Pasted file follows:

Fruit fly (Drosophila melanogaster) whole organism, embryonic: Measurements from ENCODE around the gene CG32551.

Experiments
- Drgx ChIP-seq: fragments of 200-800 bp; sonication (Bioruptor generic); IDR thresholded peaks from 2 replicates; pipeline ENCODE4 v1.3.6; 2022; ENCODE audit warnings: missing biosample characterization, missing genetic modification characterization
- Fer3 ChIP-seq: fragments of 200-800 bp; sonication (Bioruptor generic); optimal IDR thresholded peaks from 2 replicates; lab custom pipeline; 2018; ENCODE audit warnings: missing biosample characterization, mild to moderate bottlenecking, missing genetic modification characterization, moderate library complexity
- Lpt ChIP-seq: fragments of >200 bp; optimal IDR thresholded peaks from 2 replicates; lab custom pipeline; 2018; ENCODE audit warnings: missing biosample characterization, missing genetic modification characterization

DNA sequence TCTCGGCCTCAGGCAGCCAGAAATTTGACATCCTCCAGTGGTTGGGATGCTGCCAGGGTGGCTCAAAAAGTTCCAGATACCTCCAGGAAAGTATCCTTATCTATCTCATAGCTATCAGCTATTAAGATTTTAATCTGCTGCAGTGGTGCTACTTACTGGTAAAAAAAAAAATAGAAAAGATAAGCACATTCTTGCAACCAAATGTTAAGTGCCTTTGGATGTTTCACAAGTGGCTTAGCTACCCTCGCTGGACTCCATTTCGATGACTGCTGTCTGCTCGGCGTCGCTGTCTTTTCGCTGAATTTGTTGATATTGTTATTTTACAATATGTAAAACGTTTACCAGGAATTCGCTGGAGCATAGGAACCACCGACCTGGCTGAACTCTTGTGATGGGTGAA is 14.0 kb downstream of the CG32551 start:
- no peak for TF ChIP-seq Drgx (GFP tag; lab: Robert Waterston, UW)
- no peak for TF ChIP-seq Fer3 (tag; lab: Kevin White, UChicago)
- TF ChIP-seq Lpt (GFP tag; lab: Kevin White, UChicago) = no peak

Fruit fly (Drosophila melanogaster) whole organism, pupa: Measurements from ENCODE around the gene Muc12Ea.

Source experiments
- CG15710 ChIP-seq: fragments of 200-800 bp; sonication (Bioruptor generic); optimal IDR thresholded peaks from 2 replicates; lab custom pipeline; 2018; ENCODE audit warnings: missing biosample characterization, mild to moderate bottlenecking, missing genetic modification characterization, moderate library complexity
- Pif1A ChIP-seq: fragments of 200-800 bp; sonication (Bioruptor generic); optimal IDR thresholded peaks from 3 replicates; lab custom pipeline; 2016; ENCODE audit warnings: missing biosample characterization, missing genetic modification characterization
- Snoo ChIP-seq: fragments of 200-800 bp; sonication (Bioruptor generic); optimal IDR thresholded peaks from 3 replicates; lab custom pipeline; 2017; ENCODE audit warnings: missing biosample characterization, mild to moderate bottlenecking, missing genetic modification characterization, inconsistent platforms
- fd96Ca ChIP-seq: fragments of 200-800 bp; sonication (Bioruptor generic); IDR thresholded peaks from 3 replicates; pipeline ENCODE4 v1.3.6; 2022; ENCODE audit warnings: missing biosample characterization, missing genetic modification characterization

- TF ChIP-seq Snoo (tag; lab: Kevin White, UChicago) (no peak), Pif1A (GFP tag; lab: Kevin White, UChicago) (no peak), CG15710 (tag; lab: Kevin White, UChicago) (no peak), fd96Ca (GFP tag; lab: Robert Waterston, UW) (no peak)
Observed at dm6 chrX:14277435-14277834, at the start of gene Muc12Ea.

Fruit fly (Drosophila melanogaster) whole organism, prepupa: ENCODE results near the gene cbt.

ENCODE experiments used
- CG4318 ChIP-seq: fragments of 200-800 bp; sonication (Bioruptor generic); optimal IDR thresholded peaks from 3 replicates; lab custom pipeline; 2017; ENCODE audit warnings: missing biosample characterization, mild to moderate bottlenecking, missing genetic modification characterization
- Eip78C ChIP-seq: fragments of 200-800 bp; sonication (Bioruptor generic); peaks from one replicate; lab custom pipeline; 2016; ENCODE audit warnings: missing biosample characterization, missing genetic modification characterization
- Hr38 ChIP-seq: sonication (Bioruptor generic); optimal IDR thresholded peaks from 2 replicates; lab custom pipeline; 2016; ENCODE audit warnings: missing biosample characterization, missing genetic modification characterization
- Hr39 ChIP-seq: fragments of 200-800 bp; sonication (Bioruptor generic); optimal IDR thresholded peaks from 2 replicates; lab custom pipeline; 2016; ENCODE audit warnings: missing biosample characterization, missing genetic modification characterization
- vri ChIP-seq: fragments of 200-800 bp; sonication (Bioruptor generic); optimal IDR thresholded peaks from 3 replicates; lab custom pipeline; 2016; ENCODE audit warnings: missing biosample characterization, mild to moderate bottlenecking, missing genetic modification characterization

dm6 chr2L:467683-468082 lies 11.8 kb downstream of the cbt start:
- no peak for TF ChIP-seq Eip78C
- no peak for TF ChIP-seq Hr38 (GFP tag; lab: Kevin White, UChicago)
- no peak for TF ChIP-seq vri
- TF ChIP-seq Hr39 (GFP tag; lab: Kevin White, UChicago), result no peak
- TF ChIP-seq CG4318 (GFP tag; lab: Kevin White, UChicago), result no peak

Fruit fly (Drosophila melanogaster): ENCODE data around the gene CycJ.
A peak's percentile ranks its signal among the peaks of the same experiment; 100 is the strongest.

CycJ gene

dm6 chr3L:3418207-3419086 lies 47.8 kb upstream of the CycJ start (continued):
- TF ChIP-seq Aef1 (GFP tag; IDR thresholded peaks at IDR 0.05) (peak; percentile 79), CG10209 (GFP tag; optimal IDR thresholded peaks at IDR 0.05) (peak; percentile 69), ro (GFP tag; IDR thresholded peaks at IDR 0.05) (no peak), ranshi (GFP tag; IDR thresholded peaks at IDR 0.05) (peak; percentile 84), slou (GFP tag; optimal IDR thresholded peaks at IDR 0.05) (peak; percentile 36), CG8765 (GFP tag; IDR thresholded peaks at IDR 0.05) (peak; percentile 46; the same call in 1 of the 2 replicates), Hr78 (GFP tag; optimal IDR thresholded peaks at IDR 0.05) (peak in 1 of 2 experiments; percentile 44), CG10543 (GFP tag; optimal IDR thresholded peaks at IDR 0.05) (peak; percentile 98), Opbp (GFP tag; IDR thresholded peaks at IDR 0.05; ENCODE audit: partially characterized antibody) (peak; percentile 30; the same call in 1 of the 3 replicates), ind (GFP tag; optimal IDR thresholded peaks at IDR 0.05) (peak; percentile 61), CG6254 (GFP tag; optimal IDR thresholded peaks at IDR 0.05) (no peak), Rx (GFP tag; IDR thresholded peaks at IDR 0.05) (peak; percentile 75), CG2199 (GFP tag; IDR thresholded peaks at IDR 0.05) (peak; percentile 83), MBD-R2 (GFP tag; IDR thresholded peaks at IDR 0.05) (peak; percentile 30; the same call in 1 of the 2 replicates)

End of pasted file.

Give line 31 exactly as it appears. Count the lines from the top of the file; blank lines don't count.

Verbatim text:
Fruit fly (Drosophila melanogaster): ENCODE data around the gene CycJ.